ThetaRay Notches $30M In Funding


Cybersecurity firm ThetaRay has notched more than $30 million in a funding round, bringing its total fundraising to over $60 million. The company counts Bank Hapoalim, Jerusalem Venture Partners, General Electric, OurCrowd and SVB as investors, Reuters reported.

The company, which offers early cyber threat detection through artificial intelligence and machine learning, plans to use the funds to grow in Asia, Europe and the U.S. In addition, the company plans to expand its workforce in order to meet demand for solutions that combat money laundering and financial crimes.

The news comes almost two years after ThetaRay released predictions for banking security in 2017. Those included the proliferation of fraud rings, regulatory pressures increasing on banks and the need for banks to address the issue of de-risking under anti-money laundering regulations.

“Because of these challenges, it seems that financial institutions will be busy focusing on little more than internal issues — compliance, security and the bottom line — leaving little room for new customer-facing initiatives that could improve the experience,” CEO Mark Gazit had written.

And a recent survey showed that cybersecurity is the biggest worry for companies, especially since few of them feel prepared to handle an attack. Conducted by Microsoft and Marsh, the survey found that when 1,300 senior executives were polled, two-thirds ranked cybersecurity among their organizations’ top five risk management priorities, with 75 percent saying that the business interruption caused by a hack would have the greatest impact on their organizations.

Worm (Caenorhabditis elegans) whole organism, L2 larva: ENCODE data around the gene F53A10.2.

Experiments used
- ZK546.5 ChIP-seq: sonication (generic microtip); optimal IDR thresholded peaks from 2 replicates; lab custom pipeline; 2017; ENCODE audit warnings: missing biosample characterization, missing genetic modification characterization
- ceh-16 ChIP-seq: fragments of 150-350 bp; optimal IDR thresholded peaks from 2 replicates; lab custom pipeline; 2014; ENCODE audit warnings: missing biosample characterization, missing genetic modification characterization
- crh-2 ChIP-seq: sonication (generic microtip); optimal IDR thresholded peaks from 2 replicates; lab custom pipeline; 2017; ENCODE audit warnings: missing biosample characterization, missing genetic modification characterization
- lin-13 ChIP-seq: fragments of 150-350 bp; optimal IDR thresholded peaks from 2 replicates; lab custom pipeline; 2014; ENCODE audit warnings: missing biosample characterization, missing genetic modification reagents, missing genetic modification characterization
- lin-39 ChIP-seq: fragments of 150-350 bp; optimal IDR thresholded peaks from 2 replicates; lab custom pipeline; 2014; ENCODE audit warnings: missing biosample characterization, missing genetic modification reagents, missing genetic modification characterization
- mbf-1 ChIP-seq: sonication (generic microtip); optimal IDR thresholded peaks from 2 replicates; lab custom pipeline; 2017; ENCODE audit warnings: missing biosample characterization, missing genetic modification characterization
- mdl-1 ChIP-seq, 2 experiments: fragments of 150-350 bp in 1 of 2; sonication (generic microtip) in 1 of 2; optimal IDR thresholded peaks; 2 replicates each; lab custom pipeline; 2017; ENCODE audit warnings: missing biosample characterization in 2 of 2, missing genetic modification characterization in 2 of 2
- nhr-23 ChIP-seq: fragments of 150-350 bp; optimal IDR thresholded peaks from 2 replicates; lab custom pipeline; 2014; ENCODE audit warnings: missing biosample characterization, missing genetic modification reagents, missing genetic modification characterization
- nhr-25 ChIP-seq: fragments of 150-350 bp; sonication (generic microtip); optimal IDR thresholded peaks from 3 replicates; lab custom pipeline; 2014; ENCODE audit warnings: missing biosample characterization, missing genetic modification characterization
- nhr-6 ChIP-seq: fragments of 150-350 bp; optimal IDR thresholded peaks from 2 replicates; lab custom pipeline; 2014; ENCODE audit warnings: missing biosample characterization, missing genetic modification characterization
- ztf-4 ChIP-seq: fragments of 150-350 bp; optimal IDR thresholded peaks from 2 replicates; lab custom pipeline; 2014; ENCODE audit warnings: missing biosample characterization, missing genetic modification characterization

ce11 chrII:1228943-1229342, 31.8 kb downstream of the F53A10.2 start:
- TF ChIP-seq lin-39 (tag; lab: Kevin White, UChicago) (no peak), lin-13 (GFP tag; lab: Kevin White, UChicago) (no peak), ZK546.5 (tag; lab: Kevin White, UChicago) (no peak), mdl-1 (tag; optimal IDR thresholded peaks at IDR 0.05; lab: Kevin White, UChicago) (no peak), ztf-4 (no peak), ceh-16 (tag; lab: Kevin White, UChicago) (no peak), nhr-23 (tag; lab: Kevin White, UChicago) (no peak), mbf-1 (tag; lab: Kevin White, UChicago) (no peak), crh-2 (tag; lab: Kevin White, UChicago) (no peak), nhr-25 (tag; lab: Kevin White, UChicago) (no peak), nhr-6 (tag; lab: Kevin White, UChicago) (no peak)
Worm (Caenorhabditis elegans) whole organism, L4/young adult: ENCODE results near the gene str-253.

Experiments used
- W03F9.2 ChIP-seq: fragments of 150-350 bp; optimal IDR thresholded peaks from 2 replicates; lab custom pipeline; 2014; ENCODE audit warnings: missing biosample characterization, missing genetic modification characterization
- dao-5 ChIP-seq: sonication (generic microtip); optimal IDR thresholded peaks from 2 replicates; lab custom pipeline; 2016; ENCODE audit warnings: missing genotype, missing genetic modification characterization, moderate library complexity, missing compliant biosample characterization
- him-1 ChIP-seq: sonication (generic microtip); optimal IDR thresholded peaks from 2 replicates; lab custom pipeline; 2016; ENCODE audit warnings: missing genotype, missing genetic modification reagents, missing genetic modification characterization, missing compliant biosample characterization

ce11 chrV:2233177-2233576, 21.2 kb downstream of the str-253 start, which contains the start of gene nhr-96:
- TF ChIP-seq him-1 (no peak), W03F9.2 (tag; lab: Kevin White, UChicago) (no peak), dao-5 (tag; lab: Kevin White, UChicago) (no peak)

But while companies fear the impact of a cyberattack, only 19 percent are highly confident in their organization’s ability to prevent and respond to a hack. In fact, only 30 percent have developed a plan to respond to a cyberattack. Companies aren’t doing much better when it comes to risk quantification: Fewer than 50 percent said their organization estimates financial losses from a potential cyberattack.


New PYMNTS Report: Preventing Financial Crimes Playbook – July 2020 

Call it the great tug-of-war. Fraudsters are teaming up to form elaborate rings that work in sync to launch account takeovers. Chris Tremont, EVP at Radius Bank, tells PYMNTS that financial institutions (FIs) can beat such highly organized fraudsters at their own game. In the July 2020 Preventing Financial Crimes Playbook, Tremont lays out how.